If you’ve ever climbed to the 15th floor of a condo building when the elevator is out, you know it’s a pain to climb hundreds of stairs in one go. Now remember that pain of climbing those 15 flights of stairs and times it by 10 because that’s what it’s like to climb the CN Tower. To get to the observation deck, you had to climb 144 flights of stairs, with no water breaks along the way. You could stop at each landing for a break, but maintaining momentum was almost as important as speed and leg strength during the climb.
While there were some go-getters who decided to sprint up the first few dozen flights of stairs, the vast majority of climbers chose to walk up at a steady pace beginning to end. In fact, many people who sprinted up the first few flights found their energy fading far faster than they had imagined, forcing them to take a hearty break on one of the landings to regain any momentum. Running up the entirety of the staircase is near impossible, but even walking up is harder than it sounds.
Perhaps the first 30 or 40 flights of stairs are easy enough, but once you get around the 60th flight, your lungs will be burning and your legs fighting you ever step of the way. You can stop to catch your breath, but your body might want to surrender if you give it even an inch. By the time you get to the 120th flight, you’ll be begging to stop, only continuing because you know that each step you take is one step closer to the end. It won’t be easy and your body will be hurting, but you’ll eventually make it.
In fact, the hardest part of the entire trip up the tower might be the final half-dozen flights after you’ve technically reached the top and scanned your time chit to end the race. Right after you’ve sprinted up the last few steps, you scan you chit and are met with a “Congrats!” But then you’re ushered into another stairwell and have to keep climbing another half-dozen or so flights to get to the observation deck! It’s a punishing epilogue to an arduous journey. But at the end, when you head through the doors onto the observation deck and are met with cheers and the big WWF Panda giving you a high-five, you’ll be glad you did the climb.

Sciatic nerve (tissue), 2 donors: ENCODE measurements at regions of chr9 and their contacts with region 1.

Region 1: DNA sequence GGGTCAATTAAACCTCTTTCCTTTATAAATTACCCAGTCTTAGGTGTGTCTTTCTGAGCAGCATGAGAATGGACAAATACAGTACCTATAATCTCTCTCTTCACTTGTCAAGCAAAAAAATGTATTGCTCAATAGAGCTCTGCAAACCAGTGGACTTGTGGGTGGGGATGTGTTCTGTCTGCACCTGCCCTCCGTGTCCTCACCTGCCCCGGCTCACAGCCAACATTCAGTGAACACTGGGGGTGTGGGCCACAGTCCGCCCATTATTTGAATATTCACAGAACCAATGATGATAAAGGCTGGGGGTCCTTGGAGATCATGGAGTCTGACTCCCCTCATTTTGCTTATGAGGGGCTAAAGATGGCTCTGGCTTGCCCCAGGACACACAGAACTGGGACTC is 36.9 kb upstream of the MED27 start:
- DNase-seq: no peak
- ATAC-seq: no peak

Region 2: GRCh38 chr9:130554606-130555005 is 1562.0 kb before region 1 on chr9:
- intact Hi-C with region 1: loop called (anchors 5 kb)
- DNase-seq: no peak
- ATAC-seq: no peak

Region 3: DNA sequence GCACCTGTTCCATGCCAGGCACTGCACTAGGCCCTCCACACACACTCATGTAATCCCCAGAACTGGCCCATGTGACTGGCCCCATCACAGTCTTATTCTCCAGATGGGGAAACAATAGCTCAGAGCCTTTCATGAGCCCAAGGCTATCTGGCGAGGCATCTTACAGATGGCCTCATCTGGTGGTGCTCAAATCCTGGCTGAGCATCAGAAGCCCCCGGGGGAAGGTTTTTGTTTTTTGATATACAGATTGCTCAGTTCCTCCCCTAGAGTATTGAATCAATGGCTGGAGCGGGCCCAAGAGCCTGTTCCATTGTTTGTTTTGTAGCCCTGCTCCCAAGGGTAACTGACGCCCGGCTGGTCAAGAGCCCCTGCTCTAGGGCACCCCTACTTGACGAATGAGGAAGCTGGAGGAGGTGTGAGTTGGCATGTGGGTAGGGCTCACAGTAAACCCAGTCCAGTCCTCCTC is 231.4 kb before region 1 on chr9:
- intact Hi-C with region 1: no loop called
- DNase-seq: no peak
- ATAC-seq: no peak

Supporting the Cause
When you take on a challenge like climbing the CN Tower, you have to do it for a good reason. Luckily, supporting the WWF in their campaign to protect endangered wildlife species and preserve habitats across the planet is as good a reason as you can get to put your body through the ringer. WWF Canada has worked to protect the natural environment and the wildlife who inhabit it, for over half a century.
This year’s climb raised a record total $1.44 million for WWF Canada. This money will go to WWF Canada’s work to “stop the degradation of the planet’s natural environment and to build a future in which wildlife, nature and people thrive together.” In particular, money raised by the CN Tower climb will fuel efforts to ensure a sustainable future for the Arctic, support the transition to sustainable seafood and ocean economies, help protect Canada’s abundant resources of freshwater, and combat the habitat and population loss of vulnerable species across the world.
Whether we are partnering with rhino conservation efforts in South Africa, helping to rehabilitate parts of our densely-populated downtown core, or climbing the CN Tower to support WWF Canada, Goway is committed to making an impact in our communities and working towards a more sustainable environmental future for our planet. Climbing the CN Tower was a fun challenge and one more little way we can work to help protect the planet we love to travel.